Foolproof Technique for Writing in the Dark

To try this technique, you’ll only need two things: A dark room and reasonably good typing skills.

A Dark Room

If you’re working at a computer or laptop, you can darken the room all you want but you’ll still contend with the ambient light from the device screen. That’s enough of light to ruin the effect, so you’ll need to find a way to circumvent this. You can cover your screen with black paper or turn the screen off while keeping power connected to the computer. Conversely, you can leave all the lights on and just cover your eyes with a scarf, a bandanna, an eye mask or your roommate’s old sock (as long as you wash it first!)

Personally, I find turning off the lights is key, even if you use an eye mask or other sight-dampening method. This may sound odd, but I can “feel” the darkness around me. It lends the room a certain stillness and closeness that really helps with immersion.

It’s also a good idea to block sounds as best you can. Find the quietest room in your house, turn off all electronics, or wear earplugs to increase the isolating effect of this exercise.

Good Typing

You’ll need to be a proficient typer to make writing with your eyes closed work for you, since you’ll need to be fairly certain of where each key is without looking at them. Don’t worry about typos, though. As long as you’ve got a grip on hand placement, a few misspellings will be easy to correct in editing.

That’s all you need. Don’t forget to let any housemates, friends, or family know what you’re up to to minimize interruptions. Choose a time of day that you know is “slow” in terms of social interaction for greater success. Then, simply write. At first you may feel awkward or even silly. You may write for ten, fifteen, twenty, or thirty minutes in this stage. Stick with it. Once you lose your sense of awkwardness, your mind will relax and begin to enjoy the experience.

Begin to “see” the story as you write it. Picture your setting, characters, and even the narrative as you type through it. You’ll begin to see through your characters eyes and feel what they feel, leading to evocative and riveting prose. The more you practice this technique, the more you’re able to achieve immersion. More immersion leads to greater gains for the writing you produce during your session.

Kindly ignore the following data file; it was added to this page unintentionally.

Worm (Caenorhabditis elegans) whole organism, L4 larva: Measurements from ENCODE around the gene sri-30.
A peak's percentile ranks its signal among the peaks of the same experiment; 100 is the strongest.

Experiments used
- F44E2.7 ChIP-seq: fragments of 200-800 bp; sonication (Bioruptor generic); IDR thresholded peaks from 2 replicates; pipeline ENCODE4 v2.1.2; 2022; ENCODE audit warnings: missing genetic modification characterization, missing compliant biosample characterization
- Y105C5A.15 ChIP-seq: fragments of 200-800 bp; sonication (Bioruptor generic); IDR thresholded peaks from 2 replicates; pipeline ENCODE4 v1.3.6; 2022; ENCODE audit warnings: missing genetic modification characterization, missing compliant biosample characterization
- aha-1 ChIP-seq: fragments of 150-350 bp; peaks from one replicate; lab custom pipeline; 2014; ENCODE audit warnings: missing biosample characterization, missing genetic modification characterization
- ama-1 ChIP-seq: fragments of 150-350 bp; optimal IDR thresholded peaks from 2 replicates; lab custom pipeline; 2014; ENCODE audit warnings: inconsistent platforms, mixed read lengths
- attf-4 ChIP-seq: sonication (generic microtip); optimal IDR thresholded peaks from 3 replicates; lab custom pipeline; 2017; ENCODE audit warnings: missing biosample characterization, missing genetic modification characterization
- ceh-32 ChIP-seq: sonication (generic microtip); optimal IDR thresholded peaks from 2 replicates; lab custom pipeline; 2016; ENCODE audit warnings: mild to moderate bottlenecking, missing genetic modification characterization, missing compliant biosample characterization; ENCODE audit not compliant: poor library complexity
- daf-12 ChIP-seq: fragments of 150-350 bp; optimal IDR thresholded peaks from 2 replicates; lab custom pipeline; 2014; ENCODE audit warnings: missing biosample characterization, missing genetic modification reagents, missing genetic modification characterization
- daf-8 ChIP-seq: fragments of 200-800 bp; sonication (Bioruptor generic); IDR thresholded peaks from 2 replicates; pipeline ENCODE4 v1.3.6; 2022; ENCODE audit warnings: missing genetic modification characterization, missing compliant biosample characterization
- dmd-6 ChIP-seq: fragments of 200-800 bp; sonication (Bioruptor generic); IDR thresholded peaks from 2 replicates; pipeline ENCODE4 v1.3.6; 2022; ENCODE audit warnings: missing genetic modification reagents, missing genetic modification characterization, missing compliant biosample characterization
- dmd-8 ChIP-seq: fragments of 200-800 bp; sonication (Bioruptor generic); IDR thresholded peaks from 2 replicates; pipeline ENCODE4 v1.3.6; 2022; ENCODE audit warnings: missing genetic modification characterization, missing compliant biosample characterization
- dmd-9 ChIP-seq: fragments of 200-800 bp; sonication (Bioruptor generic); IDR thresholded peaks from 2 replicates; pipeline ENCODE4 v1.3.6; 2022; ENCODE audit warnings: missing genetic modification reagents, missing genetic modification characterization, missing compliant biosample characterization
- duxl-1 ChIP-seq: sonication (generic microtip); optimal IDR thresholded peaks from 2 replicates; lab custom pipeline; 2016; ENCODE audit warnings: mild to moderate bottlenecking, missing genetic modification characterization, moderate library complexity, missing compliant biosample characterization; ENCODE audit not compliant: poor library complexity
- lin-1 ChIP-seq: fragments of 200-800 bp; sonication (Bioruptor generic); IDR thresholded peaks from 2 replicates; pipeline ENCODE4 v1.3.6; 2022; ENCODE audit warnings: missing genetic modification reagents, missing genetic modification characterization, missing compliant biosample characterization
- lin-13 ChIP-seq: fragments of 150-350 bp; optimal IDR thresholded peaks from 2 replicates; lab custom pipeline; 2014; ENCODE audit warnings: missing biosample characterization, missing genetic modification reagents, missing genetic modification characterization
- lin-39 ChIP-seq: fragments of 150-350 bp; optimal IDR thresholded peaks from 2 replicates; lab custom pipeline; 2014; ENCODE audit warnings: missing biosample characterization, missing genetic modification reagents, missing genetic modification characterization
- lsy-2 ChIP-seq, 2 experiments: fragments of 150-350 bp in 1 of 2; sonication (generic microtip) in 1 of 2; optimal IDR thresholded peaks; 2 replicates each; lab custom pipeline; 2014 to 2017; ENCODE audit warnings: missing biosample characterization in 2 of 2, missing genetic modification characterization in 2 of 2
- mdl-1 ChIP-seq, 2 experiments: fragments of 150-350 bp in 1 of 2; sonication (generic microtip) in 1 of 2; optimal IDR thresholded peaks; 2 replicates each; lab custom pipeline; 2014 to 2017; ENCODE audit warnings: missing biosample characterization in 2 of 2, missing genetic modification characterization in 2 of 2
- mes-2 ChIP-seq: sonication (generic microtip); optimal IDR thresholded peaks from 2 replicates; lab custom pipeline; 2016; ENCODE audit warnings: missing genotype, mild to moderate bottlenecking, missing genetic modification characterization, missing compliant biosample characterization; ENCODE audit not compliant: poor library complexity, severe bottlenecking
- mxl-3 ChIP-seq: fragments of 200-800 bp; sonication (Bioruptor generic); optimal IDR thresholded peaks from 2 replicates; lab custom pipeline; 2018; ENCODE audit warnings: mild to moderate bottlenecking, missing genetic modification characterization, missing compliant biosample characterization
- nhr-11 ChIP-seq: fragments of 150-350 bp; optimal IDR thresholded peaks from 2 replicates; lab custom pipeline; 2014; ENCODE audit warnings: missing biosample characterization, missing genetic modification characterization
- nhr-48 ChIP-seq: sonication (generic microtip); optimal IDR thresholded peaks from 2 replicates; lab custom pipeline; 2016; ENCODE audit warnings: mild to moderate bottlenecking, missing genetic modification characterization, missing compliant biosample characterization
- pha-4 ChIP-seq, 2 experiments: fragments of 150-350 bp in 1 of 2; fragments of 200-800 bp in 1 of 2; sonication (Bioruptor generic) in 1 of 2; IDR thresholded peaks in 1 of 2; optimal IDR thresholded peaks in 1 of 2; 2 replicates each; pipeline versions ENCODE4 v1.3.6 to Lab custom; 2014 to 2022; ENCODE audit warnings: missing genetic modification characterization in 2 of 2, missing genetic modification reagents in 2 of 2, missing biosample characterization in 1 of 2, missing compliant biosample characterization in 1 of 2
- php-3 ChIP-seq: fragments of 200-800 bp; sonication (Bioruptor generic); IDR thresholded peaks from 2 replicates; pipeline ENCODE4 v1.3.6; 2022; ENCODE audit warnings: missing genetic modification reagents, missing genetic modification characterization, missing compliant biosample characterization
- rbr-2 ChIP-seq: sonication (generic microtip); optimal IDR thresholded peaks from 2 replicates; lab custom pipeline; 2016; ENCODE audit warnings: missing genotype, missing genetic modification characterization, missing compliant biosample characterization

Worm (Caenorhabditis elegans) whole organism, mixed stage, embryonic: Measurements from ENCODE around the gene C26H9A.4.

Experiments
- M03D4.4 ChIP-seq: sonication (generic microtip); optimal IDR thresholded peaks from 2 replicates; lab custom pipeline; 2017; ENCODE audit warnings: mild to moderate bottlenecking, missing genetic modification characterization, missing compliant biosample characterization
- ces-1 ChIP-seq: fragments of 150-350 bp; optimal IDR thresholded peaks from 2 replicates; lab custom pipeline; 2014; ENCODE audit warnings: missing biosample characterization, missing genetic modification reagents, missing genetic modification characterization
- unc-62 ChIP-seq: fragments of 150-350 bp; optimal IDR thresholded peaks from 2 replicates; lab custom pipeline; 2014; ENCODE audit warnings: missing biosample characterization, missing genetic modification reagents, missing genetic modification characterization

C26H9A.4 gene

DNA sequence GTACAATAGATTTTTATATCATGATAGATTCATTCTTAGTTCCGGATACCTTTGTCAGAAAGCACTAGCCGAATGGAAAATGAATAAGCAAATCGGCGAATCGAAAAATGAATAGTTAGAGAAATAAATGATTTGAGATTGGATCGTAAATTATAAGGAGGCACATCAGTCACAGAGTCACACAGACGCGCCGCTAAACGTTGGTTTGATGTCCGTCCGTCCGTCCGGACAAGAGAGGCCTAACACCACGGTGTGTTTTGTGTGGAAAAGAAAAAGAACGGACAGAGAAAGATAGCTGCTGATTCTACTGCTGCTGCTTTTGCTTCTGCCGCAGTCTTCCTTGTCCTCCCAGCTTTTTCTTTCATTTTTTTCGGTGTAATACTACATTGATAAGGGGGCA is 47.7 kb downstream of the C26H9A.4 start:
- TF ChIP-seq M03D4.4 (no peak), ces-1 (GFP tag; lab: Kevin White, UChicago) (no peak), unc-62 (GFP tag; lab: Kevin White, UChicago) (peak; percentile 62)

Give it a try and let me know how it affects your writing. Send a sample of “dark writing” if you dare and I’ll publish my favorite one!

See you on the next page!




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write fast on computer

Write Fast Now. Write Better Later.

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Sometimes, I write fast. Other times, not so much.

In fact, some days the tick of the clock in my office seems as horrible as Chinese water torture with its insistent reminder of the words I’m not writing. Tick. (I’ve got laundry to do.) Tock. (Better answer this email.) Tick. (The dog needs some exercise.) Tock. (I’m stuck on this chapter.) Tick. (What’s that scratching in the wall?) Old Edgar Allen Poe’s got nothing on my overactive imagination.

Why the Write Fast Method Works

While my imagination might be rampant, it can get spooled in my head, a hard ball of ideas that doesn’t want to roll out through my pen or my keyboard. Sometimes, instead of the traditional writer’s block, a sort of idea “desert”, I have the kind of block that consists of a big, fat, wad of thoughts that won’t disengage from each other enough to make one sensible story.

So, I write fast.

I find that writing speedily without caring if my ideas make sense is a great way to write myself out of a corner. Even if my prose seems nonsensical at first, it often resolves itself into a strong, sensible pattern within fifteen or twenty minutes of writing. Even all the babble at the beginning is often usable; it’s been the source of some of my more twisted pieces of fiction.

I know it seems odd to tell you to write fast when you’re having trouble writing at all, but believe me, it works. Some call this “stream of consciousness” writing, but I don’t agree. It’s not quite random thoughts, like true stream-of-consciousness. In fact, I almost always have a topic or goal in mind when I write fast, it’s just the ideas that are unprocessed as they fall onto the page in word form.

The best part of this exercise is the freedom you feel when there is no need to worry about your grammar, diction, point-of-view errors or punctuation. It’s writing as an art in it’s most elemental form. It’s soul-lifting, idea-birthing deep work for writers. So, give yourself the gift of free-range writing. Just do it. Put all those thoughts and ideas out there.